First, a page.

TOOLS, GAGES, AND FIXTURES
a. The tools, gages, and fixtures used in the inspection, disassembly, and repair of the U. S. rifles, M1, M1C (sniper's), and M1D (sniper's) are classified as tools, gages, and fixtures requisitionable for issue; tools, gages, and fixtures nonrequisitionable for issue; and common tools.
(1) Tools, gages, and fixtures authorized for issue, described and illustrated in the following paragraphs, are listed in SNL B-20.
(2) Nonrequisitionable tools, gages, and fixtures are not listed in Standard Nomenclature Lists. If such equipment is desired, it is to be made up locally.
(3) Common tools, screw drivers, drifts, pliers, hammers, stones, etc., which are normally used in maintenance and repair, are standard to maintenance organizations and are listed in appropriate Standard Nomenclature Lists.
b. All field service inspection gages must be returned to Springfield Armory, Springfield, Massachusetts, or Rock Island Arsenal, Rock Island, Illinois, once a year to be checked.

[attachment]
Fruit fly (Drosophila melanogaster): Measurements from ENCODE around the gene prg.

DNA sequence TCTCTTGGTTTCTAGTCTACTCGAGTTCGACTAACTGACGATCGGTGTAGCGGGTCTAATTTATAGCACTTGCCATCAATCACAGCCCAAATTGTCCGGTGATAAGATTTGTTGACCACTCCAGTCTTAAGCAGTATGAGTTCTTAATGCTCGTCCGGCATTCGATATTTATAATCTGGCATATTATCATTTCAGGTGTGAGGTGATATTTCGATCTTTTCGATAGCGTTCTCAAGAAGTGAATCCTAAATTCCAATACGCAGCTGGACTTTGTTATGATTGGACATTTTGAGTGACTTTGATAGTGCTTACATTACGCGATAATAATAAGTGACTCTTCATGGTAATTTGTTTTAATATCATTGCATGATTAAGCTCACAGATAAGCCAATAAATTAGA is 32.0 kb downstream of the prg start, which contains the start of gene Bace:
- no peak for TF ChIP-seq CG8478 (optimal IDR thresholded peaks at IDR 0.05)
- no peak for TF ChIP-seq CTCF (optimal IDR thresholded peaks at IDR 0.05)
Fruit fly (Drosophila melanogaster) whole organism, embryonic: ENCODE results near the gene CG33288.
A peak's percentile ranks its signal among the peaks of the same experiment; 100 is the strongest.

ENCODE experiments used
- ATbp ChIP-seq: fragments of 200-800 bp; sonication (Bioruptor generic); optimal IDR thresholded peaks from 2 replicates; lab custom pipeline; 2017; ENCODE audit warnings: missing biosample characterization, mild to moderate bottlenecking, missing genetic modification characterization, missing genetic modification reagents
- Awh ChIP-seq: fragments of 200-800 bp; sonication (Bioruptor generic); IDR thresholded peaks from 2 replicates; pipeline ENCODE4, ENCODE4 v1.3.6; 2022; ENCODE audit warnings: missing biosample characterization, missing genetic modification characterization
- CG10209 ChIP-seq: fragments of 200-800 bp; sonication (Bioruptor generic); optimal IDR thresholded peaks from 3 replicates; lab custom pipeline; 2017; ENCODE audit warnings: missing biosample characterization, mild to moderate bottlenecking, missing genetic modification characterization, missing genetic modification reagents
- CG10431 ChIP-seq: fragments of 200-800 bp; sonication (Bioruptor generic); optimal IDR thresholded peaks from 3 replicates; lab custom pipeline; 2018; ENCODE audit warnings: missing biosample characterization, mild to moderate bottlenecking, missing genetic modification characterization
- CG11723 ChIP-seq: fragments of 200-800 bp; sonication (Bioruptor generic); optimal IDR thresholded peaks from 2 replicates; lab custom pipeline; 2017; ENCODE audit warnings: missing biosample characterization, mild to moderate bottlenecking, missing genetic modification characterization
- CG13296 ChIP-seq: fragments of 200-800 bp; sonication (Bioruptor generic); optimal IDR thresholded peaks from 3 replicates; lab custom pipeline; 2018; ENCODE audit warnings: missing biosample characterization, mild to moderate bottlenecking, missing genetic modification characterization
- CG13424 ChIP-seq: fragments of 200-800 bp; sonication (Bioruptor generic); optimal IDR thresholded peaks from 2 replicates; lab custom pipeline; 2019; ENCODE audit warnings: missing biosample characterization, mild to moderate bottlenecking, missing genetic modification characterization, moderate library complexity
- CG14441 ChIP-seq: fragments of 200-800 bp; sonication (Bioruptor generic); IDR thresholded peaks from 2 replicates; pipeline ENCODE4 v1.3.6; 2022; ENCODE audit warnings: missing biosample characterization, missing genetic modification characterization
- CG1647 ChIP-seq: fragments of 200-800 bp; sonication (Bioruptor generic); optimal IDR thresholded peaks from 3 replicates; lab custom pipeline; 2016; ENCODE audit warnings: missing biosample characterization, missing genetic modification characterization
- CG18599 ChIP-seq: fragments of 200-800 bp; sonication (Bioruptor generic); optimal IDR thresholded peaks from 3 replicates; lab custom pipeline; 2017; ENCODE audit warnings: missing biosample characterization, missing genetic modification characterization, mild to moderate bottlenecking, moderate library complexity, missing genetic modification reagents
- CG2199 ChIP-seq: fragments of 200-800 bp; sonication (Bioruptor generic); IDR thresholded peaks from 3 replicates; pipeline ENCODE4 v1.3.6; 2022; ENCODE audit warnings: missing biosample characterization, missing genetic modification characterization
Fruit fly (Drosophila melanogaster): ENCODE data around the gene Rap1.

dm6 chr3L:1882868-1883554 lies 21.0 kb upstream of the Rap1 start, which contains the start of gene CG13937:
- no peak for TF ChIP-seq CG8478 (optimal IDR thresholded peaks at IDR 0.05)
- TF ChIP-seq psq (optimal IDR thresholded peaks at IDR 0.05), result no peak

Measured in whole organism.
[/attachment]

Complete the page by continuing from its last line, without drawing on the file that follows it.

c. This section presents nomenclature, federal stock numbers, and description of the tools, gages, and fixtures. Use of the tools, gages, and fixtures is described in detail in Sections 5 to 7, inclusive.
11. Requisitionable Tools, Gages, and Fixtures
(1) Gages for third, fourth, and fifth echelons (fig. 8).
(a) Gage, breech bore (41-G-28). The breech bore gage is used to determine wear of the bore at the origin of the rifling. This gage has ten graduations, each of which corresponds to 0.001 inch of wear. The tenth graduation or point marked "REJECT" is equivalent to a bore diameter of 0.310 inch, since the zero graduation is 0.300 inch. Use of this gage is described in paragraph 9c.
(b) Gage, gas cylinder diameter (41-G-198-425). This gage is of the plug type. It is relieved on two sides in order to check for out-of-roundness as well as for oversize diameter. The gage checks only the origin of the cylindrical portions of the gas cylinder, as this portion has been found to be the one that determines whether or not the cylinder allows the weapon to function properly.
(c) Gage, no-go, barrel diameter at gas port (41-G-236). This gage is used to check the diameter of the barrel at the gas port.
(d) Gage, no-go piston (41-G-236-85). This gage is used to check the diameter of gas piston.